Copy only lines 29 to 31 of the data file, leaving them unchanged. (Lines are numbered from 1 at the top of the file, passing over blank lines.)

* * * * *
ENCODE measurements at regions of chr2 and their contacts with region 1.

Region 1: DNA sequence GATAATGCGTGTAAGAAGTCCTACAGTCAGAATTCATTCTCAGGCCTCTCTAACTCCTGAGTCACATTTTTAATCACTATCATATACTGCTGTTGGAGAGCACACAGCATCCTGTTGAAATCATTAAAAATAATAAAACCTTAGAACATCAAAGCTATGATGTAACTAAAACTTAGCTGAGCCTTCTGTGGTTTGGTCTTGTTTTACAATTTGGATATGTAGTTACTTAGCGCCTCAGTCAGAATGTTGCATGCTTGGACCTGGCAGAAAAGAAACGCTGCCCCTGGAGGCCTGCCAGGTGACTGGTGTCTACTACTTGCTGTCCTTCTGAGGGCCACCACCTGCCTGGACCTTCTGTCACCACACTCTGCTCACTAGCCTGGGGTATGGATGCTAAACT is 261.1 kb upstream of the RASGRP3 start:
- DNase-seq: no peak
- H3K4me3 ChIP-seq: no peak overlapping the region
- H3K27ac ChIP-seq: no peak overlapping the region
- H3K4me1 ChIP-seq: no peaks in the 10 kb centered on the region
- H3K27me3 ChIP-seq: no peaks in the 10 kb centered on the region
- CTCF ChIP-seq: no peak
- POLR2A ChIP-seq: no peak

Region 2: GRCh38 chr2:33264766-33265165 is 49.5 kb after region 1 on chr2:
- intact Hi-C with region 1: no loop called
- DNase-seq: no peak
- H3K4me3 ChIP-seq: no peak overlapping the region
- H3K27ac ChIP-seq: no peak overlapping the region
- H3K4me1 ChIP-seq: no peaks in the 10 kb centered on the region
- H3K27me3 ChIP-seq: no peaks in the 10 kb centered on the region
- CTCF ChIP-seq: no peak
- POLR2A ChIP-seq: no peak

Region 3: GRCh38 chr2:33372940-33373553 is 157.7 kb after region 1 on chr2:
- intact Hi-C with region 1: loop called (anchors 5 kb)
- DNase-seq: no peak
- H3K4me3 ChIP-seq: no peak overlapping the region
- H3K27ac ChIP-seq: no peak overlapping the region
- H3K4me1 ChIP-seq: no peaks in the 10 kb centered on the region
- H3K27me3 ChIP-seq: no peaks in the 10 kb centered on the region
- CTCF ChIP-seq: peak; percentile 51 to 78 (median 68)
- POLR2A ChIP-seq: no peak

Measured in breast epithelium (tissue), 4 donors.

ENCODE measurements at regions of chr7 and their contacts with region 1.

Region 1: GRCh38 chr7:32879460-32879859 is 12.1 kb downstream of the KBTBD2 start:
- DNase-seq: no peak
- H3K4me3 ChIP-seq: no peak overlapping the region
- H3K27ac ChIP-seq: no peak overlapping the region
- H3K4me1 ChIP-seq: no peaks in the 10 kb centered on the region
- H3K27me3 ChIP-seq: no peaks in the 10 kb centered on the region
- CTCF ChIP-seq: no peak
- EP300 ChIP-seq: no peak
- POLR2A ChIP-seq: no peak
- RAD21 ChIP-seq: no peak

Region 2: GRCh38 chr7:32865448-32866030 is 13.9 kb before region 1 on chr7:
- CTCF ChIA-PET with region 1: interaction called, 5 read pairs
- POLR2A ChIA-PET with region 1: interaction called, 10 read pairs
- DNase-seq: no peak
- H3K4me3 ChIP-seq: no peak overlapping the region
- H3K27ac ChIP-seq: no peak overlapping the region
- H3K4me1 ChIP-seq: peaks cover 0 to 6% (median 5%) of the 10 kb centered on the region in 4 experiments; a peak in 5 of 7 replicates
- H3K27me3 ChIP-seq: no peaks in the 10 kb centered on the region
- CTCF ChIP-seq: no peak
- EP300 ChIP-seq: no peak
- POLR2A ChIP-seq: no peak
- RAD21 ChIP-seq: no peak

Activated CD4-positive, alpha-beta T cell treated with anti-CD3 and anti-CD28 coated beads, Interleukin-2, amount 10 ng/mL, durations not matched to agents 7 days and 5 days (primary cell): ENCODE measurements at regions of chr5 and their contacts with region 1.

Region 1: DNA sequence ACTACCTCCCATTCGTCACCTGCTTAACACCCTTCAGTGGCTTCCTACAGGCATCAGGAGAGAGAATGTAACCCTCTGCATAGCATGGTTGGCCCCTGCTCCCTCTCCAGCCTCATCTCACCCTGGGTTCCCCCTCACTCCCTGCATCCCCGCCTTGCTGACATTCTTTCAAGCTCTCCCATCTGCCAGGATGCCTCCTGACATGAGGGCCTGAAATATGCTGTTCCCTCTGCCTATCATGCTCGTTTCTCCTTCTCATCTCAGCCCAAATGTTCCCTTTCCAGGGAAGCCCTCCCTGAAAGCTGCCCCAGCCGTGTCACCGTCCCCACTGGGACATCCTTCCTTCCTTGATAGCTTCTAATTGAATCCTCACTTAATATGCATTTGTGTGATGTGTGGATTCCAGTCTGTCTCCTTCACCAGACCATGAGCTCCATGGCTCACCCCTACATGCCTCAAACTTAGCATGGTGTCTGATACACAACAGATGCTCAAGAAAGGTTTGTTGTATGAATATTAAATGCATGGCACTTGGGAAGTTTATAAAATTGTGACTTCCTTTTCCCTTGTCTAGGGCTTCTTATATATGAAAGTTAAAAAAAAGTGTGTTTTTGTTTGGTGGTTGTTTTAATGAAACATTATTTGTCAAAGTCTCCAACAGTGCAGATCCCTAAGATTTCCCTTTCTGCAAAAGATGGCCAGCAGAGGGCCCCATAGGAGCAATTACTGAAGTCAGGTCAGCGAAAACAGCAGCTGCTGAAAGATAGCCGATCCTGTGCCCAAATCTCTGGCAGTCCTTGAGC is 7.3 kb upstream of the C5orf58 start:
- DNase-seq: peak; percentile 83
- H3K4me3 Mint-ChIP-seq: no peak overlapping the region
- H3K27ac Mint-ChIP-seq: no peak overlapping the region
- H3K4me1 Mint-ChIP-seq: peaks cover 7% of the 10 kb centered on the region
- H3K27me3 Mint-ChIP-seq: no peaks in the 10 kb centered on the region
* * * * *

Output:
ENCODE measurements at regions of chr7 and their contacts with region 1.

Region 1: GRCh38 chr7:32879460-32879859 is 12.1 kb downstream of the KBTBD2 start:
- DNase-seq: no peak